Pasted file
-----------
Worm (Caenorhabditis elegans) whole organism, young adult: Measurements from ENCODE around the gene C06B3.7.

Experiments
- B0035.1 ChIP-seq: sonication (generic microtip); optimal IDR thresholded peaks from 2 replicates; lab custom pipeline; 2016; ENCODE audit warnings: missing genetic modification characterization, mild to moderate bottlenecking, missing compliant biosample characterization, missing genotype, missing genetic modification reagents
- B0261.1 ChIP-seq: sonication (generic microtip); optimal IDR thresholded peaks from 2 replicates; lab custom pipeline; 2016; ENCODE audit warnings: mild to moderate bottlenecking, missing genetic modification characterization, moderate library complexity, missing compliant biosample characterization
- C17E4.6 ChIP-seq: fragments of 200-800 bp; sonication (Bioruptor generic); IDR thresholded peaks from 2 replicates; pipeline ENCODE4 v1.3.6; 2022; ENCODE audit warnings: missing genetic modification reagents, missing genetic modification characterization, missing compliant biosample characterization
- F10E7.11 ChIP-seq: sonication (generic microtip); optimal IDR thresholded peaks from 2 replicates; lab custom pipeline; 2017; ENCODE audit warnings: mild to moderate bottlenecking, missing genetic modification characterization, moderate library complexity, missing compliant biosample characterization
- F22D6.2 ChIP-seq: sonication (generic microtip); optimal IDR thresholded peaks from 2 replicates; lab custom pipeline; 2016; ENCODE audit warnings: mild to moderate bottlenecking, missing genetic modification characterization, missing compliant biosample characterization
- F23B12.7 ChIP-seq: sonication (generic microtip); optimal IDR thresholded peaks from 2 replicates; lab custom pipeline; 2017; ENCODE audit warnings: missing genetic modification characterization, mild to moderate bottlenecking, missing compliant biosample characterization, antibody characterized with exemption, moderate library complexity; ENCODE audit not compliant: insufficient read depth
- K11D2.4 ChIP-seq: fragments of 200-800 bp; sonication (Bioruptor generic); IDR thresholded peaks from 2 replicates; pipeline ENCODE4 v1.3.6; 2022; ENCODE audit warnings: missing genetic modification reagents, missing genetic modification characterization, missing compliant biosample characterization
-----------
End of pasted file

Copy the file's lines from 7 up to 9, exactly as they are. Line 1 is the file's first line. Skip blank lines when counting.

- F22D6.2 ChIP-seq: sonication (generic microtip); optimal IDR thresholded peaks from 2 replicates; lab custom pipeline; 2016; ENCODE audit warnings: mild to moderate bottlenecking, missing genetic modification characterization, missing compliant biosample characterization
- F23B12.7 ChIP-seq: sonication (generic microtip); optimal IDR thresholded peaks from 2 replicates; lab custom pipeline; 2017; ENCODE audit warnings: missing genetic modification characterization, mild to moderate bottlenecking, missing compliant biosample characterization, antibody characterized with exemption, moderate library complexity; ENCODE audit not compliant: insufficient read depth
- K11D2.4 ChIP-seq: fragments of 200-800 bp; sonication (Bioruptor generic); IDR thresholded peaks from 2 replicates; pipeline ENCODE4 v1.3.6; 2022; ENCODE audit warnings: missing genetic modification reagents, missing genetic modification characterization, missing compliant biosample characterization